Dancers from one of the state’s top Indigenous training colleges will travel to Korea to perform at an event celebrating NSW’s Sister-State relationship with Seoul.
Indigenous Dance Group from the National Aboriginal and Islander Skills Development Association (NAISDA), will open the Seoul Friendship Fair, which celebrates sister and friendship relationships of Seoul, which includes NSW.
The Seoul Metropolitan Government in January invited the Premier to send a local performance group to the fair, with NAISDA selected to represent the state.
Mr Baird said that the upcoming performance was a fitting way to celebrate NSW’s 25 year Sister-State relationship with Seoul.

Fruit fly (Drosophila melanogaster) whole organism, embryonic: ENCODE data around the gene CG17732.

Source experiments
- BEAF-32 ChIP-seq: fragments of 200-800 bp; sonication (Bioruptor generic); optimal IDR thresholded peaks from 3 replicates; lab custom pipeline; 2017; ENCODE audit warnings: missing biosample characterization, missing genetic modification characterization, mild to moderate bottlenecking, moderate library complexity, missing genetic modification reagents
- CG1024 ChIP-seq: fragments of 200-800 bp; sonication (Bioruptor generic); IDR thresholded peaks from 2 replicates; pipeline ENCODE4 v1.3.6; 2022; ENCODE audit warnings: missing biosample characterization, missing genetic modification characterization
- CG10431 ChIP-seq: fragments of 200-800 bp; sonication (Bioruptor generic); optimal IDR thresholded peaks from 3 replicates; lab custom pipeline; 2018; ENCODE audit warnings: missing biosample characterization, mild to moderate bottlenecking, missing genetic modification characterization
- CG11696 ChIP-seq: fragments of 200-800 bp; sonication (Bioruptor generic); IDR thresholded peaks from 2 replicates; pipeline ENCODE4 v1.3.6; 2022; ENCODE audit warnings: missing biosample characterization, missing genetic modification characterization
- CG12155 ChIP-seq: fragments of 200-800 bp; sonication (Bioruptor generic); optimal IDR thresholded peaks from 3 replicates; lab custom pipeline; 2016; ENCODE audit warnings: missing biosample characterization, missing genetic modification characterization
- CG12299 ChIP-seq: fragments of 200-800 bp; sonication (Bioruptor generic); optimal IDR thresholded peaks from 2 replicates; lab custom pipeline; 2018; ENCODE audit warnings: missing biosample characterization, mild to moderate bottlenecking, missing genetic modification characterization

“I can’t think of a better way to celebrate the 25th anniversary of our Sister-State relationship than have talented indigenous dancers from our state to perform at the Seoul Friendship Fair,” Mr Baird said.
“These dancers are cultural ambassadors for their people and NSW. They will be taking our proud Indigenous culture internationally in the spirit of goodwill.
“Our relationship with Seoul and Korea is a vital one for NSW and cultural exchanges like this illustrate the friendship between our countries.”
More than half of Australia’s Korean-born residents live in NSW and Mr Baird visited Korea in May 2015 to strengthen relations and promote investment opportunities.
The Korea-Australia Free Trade Agreement (KAFTA) came into effect on 12 December 2014, presenting great opportunities to increase two-way trade and investment between our countries.
Korea is NSW’s third largest market for exports, which are worth over $3.3 billion.